When students are given the opportunity to create material for classroom use, it can enhance their feelings of “empowerment, ownership and sense of purpose,” according to research into how educators and decision-makers can begin to prepare for the future.
But what if students are given the opportunity not just to create lesson videos and instructional content (already promoted by 25% of higher education institutions) but to design their entire class curriculums? Could it make learning feel even more relevant and authentic to students’ lives?
By Steven Blum
Julian Swindell, a professor at the Royal Agricultural University, believes so. He sees students’ skills and experiences as valuable resources that are often overlooked by teachers.
“It can be all too tempting for educators to view their role as the fount of all knowledge,” he says. “Often, educators will spend an inordinate amount of time looking for and compiling materials to create learning content. Why can’t the students do that looking and compiling themselves?”
In his undergraduate course on geographical information systems, Swindell encourages one group of students to ‘build anew’ a detailed technical glossary of the complex terminology used by geographers. A different group of students then act as ‘curators,’ selecting content that will be of greatest value to other students. The goal is to construct and share learning resources within a virtual learning environment.
Swindell is not the first to view students as potential collaborators in the design of their own education. In fact, there have been calls for more active student participation in curriculum since John Dewey in the 1910s. Some theorists have even claimed that doing so could make for a more active and critical citizenry who will then have the power to transform their communities.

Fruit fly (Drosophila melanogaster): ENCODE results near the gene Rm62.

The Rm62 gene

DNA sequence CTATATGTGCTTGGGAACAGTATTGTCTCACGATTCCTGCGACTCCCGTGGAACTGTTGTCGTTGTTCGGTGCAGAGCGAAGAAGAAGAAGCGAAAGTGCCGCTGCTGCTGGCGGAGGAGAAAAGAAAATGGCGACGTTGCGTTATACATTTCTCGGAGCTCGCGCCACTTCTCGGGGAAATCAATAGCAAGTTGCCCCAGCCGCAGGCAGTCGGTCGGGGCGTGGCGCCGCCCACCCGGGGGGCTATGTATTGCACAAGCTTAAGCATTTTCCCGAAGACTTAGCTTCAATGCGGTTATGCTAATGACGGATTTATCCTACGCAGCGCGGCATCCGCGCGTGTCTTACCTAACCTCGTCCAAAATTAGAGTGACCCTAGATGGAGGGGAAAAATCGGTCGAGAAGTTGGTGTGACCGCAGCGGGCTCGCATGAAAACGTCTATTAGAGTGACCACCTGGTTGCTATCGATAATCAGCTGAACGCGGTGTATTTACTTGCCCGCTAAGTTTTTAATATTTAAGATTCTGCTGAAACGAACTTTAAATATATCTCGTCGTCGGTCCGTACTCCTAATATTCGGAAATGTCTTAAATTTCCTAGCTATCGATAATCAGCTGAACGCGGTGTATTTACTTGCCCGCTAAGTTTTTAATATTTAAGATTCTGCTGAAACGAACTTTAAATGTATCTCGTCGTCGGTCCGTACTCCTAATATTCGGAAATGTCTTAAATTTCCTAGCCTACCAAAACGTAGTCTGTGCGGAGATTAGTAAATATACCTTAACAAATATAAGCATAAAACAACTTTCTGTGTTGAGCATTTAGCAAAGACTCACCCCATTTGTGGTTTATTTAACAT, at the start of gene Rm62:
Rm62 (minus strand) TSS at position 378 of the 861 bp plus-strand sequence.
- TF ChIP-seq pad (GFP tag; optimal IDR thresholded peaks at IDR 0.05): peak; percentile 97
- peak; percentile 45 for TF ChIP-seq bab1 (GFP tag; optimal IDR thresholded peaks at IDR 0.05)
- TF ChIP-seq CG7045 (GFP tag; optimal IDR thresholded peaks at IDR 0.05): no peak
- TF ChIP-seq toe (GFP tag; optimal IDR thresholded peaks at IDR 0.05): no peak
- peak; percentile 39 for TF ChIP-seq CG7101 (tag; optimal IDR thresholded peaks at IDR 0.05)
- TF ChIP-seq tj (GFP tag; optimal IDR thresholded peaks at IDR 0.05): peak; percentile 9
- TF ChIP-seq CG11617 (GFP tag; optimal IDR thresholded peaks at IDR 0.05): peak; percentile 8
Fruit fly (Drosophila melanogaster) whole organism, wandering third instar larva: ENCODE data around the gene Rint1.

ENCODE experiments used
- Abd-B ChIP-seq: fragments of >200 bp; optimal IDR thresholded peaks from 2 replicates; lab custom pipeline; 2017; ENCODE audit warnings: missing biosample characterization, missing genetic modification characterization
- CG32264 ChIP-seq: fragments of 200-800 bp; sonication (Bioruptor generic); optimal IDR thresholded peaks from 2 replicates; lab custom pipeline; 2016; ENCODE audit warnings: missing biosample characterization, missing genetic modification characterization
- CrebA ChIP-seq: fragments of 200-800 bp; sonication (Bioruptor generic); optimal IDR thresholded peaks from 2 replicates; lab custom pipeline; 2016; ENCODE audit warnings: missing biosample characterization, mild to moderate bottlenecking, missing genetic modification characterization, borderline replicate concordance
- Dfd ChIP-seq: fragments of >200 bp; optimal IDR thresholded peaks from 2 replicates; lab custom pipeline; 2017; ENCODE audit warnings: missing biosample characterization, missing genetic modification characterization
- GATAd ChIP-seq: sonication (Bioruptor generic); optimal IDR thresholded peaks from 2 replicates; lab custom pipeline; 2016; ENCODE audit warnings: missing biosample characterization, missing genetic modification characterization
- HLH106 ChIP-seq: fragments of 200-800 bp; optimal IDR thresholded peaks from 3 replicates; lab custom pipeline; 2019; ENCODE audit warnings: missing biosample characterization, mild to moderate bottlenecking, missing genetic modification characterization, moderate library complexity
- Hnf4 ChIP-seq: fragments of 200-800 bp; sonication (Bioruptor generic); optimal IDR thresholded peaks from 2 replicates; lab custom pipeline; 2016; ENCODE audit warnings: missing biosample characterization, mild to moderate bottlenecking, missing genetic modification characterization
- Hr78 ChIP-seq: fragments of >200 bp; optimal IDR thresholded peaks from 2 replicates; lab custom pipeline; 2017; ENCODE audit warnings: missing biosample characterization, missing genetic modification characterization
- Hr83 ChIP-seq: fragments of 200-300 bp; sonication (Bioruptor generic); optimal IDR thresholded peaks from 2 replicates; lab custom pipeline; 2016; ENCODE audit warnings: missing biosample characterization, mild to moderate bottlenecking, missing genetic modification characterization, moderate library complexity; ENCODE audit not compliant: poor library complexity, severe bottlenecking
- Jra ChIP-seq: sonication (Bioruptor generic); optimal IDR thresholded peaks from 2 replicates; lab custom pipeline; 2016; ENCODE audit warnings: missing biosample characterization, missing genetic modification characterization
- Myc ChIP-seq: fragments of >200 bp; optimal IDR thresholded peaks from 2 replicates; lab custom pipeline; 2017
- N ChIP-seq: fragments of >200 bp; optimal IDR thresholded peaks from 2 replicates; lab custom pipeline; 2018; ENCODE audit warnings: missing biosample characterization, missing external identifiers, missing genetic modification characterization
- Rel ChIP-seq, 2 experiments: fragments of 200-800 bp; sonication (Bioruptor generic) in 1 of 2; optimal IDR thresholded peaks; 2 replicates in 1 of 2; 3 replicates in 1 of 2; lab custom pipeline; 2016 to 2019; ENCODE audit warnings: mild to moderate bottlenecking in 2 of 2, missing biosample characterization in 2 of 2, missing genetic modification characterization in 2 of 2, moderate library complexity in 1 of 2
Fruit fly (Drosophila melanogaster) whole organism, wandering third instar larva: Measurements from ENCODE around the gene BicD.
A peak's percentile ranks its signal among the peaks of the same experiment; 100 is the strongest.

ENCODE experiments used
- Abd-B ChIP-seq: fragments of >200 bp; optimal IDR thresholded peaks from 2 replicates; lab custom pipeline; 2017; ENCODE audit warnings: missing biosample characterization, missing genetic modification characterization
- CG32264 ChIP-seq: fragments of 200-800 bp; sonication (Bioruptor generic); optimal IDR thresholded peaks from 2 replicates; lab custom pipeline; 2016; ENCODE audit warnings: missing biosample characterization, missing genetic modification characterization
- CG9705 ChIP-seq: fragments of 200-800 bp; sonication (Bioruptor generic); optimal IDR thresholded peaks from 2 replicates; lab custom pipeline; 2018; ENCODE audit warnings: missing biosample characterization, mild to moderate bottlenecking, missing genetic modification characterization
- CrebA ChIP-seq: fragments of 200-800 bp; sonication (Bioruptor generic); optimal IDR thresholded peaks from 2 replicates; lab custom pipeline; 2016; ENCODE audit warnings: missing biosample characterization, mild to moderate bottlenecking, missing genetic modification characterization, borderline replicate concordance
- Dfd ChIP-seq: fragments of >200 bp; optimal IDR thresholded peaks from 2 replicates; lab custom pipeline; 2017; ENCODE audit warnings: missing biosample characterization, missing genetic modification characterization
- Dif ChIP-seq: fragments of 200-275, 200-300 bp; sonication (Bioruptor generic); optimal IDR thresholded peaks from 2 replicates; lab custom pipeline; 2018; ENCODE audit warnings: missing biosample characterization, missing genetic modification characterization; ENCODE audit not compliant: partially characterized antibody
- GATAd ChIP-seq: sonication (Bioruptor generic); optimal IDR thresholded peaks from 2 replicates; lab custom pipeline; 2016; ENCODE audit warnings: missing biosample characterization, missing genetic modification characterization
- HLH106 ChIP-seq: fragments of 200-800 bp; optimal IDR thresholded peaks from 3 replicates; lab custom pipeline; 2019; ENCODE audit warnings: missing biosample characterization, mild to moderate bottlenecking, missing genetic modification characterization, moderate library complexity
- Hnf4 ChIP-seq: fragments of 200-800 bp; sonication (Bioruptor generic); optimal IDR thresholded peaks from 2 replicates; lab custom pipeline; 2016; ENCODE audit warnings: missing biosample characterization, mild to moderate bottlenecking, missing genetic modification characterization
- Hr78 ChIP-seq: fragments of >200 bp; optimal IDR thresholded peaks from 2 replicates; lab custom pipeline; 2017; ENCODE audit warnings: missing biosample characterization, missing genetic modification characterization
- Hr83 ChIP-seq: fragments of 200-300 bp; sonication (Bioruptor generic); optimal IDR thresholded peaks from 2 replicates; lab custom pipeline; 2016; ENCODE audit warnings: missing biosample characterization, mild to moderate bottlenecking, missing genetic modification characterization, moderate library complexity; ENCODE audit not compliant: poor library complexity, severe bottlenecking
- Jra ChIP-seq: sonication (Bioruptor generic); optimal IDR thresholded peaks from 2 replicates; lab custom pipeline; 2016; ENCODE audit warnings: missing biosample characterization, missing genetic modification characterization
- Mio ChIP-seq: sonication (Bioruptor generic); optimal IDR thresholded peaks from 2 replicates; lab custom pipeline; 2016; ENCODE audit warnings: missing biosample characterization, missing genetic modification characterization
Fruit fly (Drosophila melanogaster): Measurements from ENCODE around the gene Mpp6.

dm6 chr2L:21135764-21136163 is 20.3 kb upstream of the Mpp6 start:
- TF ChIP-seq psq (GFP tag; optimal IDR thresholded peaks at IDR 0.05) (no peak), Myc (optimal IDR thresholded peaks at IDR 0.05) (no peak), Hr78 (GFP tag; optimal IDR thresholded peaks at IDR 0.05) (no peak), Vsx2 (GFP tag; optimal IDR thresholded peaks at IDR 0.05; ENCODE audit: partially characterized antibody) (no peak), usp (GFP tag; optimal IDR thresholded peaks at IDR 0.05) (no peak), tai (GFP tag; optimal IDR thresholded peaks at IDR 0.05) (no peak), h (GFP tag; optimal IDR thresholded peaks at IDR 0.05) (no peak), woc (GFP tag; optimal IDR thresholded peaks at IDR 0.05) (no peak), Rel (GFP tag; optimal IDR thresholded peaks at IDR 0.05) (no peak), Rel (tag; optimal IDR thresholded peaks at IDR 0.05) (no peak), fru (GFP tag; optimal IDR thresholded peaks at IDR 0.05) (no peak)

Paulo Freire wrote that when teacher and student become co-learners, a more equitable dynamic emerges.
“The teacher is no longer merely the-one-who-teaches, but who is himself [sic] taught in dialogue with the students, who in turn while being taught also teach.”
Philip Hoellermann, Project Leader of Corporate Programs at the International University Bad Honnef and upcoming speaker at ONLINE EDUCA BERLIN 2014, sees student involvement in curriculum design as an example of ‘Open Innovation.’
“Open innovation is well known in the higher education sector, though primarily as a tool for collaboration with companies,” he explains.
Hoellermann’s use of the term ‘open innovation’ involves giving students at his school the “opportunity to play an active role in the curriculum design of study programmes.”
Instead of the usual ‘top-down’ approach, students at the University Bad Honnef are allowed to suggest curriculum adjustments throughout the course and even submit entirely new course ideas to a platform called ‘Create Your Studies.’
According to Hoellermann, the experiment has led to the creation of several new courses and majors for distance learning students, as well as ‘dozens of service improvements’ based on student recommendations.
“So far, we were able to realise the two specialised programmes with the strongest support – (‘Taxation and Auditing’ and ‘Event Management’) and a new bachelor programme, (‘Health Care Management’)” he said. “The suggestions included ideas for course content, topics and modules.”
Sceptics of student participation in curriculum design question whether students have the expertise to create new classes and caution that ‘participation’ is always viewed in positive terms even though it’s not always clear what it means in practice. Calls to participation could also be viewed sceptically by students who aren’t used to the idea or who don’t believe they’ll be involved in a meaningful way.
But even if student-designed curriculums aren’t widely adopted, current trends suggest that participatory, or ‘creator’-oriented, learning environments will become more and more common in the future.
A recent Higher Education version of the Horizon Report says, “Higher education is now in a position to shift its curricular focus to ensure learning environments align with the engagement of creator-students and foster the critical thinking skills needed to fuel a creator society.”
What better way to foster a ‘creator society’ than by actively involving students in the very mechanisms of their own education?